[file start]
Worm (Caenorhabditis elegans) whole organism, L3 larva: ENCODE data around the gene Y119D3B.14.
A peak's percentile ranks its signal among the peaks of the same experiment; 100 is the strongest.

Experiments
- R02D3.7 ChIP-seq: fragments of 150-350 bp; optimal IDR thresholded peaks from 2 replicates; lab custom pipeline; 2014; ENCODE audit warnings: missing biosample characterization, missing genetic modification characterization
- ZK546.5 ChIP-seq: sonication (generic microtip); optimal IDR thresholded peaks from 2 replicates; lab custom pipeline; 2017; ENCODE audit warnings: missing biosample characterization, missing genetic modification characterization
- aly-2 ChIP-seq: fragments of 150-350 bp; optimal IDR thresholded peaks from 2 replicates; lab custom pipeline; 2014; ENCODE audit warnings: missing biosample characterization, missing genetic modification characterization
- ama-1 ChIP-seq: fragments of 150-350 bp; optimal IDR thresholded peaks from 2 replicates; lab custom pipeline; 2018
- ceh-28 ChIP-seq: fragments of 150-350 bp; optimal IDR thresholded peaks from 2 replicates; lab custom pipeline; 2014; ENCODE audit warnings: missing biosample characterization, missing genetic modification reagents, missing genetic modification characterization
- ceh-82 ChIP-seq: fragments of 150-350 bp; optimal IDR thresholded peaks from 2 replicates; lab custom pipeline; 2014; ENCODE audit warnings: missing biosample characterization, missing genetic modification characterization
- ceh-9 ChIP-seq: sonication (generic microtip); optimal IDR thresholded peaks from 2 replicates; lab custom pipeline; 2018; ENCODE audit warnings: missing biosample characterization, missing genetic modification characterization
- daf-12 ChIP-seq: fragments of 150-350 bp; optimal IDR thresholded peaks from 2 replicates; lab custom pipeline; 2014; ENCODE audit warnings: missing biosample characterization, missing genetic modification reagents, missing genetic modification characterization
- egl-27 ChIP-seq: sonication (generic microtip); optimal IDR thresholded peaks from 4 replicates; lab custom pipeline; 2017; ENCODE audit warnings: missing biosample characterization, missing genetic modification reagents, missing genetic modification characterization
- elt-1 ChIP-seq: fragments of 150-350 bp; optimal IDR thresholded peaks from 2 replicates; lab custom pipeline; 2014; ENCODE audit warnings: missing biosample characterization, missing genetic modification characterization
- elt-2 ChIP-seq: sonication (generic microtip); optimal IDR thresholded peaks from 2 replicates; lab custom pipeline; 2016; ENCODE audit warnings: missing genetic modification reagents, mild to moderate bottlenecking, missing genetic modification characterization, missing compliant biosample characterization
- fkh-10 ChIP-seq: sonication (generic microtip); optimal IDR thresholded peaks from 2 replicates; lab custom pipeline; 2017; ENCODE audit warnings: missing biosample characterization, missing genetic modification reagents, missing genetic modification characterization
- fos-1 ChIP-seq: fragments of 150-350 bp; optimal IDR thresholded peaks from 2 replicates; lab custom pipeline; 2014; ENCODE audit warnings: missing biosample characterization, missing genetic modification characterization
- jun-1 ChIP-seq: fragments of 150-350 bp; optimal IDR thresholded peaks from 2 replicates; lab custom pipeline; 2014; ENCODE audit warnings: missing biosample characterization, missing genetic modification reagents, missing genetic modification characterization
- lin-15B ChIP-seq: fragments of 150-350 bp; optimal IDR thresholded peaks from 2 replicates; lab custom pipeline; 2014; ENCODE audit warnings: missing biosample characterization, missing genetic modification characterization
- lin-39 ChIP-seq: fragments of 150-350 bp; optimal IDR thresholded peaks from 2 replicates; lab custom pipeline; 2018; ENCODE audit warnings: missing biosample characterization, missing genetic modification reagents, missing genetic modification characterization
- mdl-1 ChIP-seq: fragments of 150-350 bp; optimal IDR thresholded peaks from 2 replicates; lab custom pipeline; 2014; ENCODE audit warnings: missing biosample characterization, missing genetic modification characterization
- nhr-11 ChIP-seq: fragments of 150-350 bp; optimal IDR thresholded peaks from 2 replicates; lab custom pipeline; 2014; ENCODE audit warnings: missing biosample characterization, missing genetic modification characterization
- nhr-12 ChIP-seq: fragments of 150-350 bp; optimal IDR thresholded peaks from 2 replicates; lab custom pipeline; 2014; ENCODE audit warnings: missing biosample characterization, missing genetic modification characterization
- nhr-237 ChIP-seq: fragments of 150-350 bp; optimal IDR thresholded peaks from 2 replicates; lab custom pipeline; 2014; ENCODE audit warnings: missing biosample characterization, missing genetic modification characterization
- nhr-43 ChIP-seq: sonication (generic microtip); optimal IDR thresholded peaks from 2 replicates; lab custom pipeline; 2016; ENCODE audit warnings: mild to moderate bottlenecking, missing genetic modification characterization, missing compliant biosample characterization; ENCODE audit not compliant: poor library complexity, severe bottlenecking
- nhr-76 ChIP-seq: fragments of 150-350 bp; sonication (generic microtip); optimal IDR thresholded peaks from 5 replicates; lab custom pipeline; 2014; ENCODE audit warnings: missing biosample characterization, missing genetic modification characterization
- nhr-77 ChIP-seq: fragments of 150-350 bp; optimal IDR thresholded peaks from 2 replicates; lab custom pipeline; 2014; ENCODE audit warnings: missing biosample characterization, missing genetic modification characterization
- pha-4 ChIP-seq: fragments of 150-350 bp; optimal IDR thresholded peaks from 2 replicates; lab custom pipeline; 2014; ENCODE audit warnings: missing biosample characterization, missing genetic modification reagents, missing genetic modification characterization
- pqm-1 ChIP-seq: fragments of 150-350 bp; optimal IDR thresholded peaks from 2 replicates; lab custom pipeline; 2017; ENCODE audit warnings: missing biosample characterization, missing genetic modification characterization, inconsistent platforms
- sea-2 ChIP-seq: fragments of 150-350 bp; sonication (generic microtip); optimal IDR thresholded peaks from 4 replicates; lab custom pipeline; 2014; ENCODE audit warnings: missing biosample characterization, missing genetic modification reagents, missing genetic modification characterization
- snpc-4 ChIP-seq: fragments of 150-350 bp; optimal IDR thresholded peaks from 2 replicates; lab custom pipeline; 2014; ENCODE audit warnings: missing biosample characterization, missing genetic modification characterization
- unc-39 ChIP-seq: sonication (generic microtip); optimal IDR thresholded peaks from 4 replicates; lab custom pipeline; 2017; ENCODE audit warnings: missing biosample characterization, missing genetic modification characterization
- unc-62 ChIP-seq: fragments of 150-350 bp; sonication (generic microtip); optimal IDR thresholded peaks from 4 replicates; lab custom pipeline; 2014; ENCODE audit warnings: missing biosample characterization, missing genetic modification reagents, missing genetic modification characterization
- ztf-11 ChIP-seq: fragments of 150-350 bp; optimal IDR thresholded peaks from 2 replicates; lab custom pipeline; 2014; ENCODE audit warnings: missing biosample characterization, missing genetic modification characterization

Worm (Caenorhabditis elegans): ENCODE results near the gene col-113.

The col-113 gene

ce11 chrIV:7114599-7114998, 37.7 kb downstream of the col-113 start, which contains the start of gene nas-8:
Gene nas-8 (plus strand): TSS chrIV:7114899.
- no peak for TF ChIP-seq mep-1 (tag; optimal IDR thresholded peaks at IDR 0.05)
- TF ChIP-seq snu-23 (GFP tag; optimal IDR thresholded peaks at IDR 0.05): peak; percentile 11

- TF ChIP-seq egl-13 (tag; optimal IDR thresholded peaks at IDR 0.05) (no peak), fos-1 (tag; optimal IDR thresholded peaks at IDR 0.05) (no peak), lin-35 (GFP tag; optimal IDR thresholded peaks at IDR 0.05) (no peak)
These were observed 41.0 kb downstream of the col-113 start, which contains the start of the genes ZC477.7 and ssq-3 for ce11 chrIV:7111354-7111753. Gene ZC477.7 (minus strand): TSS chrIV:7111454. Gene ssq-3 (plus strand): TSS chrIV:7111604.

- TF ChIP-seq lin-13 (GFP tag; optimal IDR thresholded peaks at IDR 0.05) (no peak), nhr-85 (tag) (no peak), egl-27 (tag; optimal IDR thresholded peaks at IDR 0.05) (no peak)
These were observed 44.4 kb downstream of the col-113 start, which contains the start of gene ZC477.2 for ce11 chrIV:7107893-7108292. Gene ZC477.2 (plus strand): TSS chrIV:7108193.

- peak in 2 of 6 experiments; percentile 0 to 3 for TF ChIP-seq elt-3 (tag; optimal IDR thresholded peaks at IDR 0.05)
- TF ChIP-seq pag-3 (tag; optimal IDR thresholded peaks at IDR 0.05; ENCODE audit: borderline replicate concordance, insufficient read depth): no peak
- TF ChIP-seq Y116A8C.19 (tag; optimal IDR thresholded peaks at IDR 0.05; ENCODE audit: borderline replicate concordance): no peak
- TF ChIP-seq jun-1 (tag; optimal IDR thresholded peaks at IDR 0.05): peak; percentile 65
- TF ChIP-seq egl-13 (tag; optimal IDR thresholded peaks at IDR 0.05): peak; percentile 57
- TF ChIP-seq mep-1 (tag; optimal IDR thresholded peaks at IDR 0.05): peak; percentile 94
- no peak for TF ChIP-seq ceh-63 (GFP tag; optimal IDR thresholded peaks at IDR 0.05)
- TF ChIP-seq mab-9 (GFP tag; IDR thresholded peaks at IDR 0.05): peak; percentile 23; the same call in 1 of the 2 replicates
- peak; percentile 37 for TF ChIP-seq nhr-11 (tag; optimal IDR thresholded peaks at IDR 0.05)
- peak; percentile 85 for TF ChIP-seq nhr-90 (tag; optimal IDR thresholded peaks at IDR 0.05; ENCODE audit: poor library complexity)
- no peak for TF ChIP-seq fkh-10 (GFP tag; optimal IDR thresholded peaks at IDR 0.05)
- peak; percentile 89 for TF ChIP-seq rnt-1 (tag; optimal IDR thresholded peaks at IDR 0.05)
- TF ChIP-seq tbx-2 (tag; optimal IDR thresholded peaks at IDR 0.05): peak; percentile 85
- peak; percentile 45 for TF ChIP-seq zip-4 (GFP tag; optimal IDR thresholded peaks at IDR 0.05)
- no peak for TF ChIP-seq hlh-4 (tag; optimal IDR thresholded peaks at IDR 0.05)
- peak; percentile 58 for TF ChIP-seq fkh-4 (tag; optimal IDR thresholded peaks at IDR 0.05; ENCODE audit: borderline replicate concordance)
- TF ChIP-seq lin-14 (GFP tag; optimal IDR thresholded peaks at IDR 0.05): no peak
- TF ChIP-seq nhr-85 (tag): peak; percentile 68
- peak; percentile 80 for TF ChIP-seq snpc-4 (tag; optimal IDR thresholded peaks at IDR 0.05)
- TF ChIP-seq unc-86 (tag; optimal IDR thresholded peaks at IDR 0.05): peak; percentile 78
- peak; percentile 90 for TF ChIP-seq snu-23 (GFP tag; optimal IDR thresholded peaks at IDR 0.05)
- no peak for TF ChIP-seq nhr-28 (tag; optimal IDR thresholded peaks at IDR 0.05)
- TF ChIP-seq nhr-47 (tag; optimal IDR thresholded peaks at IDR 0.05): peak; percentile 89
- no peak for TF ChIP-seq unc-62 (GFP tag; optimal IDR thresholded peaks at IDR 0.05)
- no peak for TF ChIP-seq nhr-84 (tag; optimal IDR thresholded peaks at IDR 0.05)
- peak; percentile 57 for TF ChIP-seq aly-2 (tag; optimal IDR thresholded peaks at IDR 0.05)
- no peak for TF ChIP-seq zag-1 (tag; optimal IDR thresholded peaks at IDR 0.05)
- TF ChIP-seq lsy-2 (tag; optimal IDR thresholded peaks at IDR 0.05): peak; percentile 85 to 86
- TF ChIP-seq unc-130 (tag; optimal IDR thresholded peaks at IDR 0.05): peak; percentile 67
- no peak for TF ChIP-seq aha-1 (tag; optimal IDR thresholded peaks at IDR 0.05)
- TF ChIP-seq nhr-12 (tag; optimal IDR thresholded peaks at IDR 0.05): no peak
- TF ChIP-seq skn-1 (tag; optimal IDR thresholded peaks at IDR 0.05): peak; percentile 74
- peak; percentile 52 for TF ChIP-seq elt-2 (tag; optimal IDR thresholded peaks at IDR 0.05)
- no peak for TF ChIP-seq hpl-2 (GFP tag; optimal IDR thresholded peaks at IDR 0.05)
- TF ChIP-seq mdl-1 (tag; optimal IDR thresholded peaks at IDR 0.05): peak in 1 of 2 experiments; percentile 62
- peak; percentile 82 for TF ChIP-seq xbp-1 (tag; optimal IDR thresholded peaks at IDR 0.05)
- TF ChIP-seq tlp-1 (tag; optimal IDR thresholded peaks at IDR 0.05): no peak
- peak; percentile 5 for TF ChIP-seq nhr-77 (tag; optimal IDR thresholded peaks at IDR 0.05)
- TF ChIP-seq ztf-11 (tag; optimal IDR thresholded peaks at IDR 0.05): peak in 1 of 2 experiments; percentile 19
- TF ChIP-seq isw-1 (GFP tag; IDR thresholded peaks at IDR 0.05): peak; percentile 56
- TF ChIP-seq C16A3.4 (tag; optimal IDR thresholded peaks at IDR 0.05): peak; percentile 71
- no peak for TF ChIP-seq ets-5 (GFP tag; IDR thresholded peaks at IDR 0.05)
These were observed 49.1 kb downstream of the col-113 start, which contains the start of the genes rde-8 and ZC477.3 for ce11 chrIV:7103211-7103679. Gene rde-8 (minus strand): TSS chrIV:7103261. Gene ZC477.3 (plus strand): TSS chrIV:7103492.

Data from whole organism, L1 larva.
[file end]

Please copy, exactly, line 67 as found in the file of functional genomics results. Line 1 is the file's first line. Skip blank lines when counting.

- no peak for TF ChIP-seq unc-62 (GFP tag; optimal IDR thresholded peaks at IDR 0.05)